More than 100 alumni came back to campus to help students get a head start on their careers at Working Weekend.
More than 100 alumni came back to campus to help students get a head start on their careers at Working Weekend.
Letters from the Editor

Spirit of the Airwaves

Reed groups blow up on Facebook, but work great in real life. Why?

By Chris Lydgate ’90 | March 1, 2015

Ding. Facebook beckons. 

Ding. Hey, they like my comment. 

Ding. Wait, no they don’t! 

Ding . . . 

One of the vaunted powers of social media is its ability to connect people—anywhere, any time—at the swipe of a finger.

This multitentacled matrix of constant connectivity is a mixed blessing, however. Like many alumni, I take part in Reed-related groups on Facebook. The exchanges are usually thoughtful, nostalgic, passionate, and fun—often all at once. But over winter break, the atmosphere on my favorite group took a dramatic turn for the worse. The conversation deteriorated into a sort of trench warfare between generational camps. Old Reedies were written off as intolerant troglodytes. New Reedies were denigrated as hair-trigger zealots of political correctness. Fur and feathers flew.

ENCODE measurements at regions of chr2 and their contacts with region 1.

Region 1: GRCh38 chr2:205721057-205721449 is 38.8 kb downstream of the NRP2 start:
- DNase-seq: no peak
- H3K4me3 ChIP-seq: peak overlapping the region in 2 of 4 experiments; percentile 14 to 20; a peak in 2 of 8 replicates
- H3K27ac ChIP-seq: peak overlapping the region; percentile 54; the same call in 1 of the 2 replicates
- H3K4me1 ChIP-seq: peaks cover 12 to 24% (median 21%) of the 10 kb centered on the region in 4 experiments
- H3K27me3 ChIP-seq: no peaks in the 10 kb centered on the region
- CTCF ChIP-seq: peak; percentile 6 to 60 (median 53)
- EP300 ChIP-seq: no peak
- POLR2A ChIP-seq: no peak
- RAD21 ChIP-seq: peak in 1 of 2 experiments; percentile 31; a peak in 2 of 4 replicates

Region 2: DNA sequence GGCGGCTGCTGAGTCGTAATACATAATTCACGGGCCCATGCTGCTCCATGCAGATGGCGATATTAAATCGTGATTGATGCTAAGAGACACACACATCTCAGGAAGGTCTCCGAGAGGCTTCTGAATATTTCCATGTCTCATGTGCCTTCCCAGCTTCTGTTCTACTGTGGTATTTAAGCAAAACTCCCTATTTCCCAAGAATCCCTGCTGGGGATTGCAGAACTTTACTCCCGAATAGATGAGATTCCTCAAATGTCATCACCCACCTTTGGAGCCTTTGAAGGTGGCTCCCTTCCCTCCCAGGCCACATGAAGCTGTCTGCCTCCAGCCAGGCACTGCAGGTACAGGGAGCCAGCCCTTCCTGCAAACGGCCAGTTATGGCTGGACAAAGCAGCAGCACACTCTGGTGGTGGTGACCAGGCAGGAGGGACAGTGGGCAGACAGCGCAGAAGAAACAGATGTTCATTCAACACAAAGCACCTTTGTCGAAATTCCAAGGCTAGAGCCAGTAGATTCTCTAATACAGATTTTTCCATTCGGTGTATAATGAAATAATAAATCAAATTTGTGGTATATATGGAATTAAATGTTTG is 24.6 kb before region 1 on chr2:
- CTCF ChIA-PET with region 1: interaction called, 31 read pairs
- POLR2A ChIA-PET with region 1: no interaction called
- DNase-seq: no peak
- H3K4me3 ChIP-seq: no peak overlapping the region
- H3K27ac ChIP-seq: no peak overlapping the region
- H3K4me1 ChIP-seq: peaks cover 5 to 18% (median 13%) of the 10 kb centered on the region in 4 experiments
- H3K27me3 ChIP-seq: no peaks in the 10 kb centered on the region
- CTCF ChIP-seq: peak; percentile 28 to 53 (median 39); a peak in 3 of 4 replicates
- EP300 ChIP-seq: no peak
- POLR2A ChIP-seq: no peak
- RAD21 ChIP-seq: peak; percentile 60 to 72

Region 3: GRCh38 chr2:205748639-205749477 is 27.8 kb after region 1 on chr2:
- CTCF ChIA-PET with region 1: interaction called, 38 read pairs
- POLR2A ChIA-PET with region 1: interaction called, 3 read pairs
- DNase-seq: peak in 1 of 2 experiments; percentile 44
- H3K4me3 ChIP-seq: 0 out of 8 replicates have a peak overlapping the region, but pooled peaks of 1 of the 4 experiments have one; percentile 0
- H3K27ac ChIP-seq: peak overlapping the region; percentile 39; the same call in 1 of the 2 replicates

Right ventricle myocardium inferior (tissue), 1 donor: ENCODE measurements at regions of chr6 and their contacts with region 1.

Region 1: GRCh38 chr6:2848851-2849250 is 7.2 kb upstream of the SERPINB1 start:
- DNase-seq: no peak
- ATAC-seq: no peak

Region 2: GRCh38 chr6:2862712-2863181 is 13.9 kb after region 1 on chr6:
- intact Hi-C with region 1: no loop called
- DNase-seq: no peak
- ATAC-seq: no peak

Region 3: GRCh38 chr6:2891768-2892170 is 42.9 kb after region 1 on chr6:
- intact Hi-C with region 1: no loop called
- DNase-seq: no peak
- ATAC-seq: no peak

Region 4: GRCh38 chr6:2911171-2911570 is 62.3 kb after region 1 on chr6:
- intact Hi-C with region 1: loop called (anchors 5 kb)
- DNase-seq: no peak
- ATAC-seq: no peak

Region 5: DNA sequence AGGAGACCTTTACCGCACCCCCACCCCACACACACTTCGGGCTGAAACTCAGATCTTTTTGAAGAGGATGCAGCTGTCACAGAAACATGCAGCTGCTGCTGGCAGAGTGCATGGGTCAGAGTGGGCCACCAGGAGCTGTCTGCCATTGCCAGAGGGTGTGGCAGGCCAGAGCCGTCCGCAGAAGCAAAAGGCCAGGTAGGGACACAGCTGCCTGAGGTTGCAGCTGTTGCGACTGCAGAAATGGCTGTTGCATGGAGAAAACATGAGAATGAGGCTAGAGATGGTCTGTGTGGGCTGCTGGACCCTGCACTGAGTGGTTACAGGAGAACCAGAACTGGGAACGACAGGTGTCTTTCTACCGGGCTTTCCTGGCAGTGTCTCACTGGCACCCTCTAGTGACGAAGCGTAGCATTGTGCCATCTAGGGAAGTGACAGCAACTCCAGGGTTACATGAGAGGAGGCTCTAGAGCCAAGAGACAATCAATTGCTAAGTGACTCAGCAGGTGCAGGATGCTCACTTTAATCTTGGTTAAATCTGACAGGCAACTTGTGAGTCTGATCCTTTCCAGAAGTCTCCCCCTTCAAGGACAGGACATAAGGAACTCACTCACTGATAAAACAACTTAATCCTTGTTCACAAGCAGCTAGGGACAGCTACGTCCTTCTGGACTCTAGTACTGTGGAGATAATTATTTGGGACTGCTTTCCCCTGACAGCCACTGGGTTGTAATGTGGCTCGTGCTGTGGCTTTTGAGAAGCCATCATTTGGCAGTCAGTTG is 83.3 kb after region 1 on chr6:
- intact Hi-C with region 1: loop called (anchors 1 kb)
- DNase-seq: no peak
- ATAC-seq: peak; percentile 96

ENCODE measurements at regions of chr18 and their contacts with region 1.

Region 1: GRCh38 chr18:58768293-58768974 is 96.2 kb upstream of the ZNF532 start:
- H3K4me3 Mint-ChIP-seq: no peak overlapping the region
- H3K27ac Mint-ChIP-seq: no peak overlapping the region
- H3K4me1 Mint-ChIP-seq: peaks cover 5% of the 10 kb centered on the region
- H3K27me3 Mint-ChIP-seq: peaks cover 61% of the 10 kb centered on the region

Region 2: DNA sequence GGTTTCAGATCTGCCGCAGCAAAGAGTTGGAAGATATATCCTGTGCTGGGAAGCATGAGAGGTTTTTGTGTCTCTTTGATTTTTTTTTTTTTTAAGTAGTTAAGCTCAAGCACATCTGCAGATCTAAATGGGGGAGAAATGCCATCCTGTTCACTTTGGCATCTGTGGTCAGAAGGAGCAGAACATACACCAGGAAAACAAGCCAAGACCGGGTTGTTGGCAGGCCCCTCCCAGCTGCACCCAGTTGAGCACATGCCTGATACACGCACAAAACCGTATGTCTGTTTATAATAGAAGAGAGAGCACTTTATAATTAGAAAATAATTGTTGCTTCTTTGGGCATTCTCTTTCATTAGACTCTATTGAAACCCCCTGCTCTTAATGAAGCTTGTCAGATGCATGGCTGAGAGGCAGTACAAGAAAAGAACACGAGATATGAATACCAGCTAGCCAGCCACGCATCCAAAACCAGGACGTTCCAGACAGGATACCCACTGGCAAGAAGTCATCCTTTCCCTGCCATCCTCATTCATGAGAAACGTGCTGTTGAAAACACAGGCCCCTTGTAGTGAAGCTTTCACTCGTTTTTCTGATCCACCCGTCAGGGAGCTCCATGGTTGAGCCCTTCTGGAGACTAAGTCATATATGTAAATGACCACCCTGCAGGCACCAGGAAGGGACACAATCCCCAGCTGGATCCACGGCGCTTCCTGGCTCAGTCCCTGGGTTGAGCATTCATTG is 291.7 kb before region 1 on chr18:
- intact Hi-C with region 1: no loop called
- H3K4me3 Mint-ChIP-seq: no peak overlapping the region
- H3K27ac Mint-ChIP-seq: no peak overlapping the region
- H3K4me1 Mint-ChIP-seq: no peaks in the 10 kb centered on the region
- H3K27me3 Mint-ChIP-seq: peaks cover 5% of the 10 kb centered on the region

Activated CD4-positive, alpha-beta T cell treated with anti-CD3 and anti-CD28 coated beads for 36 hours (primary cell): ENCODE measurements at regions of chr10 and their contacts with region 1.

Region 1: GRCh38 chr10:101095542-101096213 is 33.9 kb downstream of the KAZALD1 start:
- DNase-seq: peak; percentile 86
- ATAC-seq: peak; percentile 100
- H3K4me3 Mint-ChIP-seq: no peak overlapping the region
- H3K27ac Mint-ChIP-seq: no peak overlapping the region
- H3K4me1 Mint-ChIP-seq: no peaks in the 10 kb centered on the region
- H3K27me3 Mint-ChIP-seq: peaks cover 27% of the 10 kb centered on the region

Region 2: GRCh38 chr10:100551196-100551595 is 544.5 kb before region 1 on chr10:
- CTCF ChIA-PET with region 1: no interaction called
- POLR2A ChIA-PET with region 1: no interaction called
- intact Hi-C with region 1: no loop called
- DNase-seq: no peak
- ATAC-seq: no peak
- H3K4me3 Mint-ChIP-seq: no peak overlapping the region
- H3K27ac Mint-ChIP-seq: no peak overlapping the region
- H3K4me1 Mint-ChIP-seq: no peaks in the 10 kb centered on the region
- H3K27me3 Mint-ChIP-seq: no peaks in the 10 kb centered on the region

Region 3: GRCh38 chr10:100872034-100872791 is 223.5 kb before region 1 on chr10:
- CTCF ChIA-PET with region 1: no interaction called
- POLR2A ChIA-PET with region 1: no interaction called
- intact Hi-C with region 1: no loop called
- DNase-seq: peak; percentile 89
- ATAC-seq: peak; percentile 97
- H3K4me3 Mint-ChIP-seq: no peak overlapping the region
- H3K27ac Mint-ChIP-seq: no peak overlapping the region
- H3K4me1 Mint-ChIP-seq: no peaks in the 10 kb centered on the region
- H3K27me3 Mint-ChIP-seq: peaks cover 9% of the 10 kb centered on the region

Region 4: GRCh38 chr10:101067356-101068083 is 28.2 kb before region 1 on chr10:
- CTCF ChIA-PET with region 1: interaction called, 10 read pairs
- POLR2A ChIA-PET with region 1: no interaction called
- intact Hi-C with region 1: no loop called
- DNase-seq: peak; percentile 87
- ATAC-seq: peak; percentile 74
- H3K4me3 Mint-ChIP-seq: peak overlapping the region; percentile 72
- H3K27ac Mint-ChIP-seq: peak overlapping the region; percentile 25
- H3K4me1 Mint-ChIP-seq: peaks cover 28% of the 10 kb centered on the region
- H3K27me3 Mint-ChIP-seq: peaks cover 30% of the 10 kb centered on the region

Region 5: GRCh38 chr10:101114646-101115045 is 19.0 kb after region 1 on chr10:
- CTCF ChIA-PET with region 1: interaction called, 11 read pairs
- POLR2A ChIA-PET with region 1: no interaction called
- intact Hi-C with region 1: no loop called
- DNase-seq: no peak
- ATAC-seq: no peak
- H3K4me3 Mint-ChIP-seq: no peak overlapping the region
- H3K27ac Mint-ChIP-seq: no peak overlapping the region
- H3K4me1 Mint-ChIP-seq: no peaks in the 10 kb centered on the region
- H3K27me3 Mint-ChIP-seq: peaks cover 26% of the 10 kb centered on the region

Ironically, the squabbling reached its nadir at the same moment that Reed witnessed a dramatic show of intergenerational altruism—Working Weekend, the annual event that brings alumni back to campus to help students get a headstart on their careers. This year, more than 100 alumni and parents volunteered their time, expertise, and connections to a record 230 students.

The contrast between the two worlds—the virtual and the real—couldn’t have been more stark. While cyberspace seethed, I stood in Kaul Auditorium and listened to the exuberant din of hundreds of students and alumni swapping stories, sharing insights, and opening their rolodexes. Online we were putting each other down. In real life, we were helping each other out.

For me, the weekend was a vivid reminder of the power of networking in the old-fashioned sense—students and alumni talking face to face. It also confirmed the perils of networking in the newfangled sense—that while social media can connect us, it can also consume us. 

Like Abraham Lincoln, I believe in the better angels of our nature—and try to summon them whenever I’m on Facebook.

Tags: Alumni, Life Beyond Reed